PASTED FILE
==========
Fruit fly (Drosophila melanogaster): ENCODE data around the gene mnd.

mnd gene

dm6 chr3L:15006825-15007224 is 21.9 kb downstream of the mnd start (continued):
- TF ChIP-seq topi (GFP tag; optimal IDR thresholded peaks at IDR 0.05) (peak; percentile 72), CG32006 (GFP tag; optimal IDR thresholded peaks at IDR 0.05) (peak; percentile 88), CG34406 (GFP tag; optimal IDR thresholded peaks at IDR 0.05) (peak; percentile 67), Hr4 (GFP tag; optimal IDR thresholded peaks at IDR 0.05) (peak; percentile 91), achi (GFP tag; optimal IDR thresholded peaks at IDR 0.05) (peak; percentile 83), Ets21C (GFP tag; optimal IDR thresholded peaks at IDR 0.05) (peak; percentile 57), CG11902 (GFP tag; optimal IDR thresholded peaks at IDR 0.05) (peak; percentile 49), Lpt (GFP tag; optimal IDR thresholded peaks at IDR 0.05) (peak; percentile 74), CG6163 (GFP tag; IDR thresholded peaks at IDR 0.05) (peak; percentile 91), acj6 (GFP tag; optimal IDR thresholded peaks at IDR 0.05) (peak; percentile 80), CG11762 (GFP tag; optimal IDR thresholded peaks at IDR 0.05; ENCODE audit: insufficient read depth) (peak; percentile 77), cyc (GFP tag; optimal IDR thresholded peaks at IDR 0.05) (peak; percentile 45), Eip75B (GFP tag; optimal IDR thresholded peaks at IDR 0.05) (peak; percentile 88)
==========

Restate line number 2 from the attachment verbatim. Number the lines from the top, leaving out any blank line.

mnd gene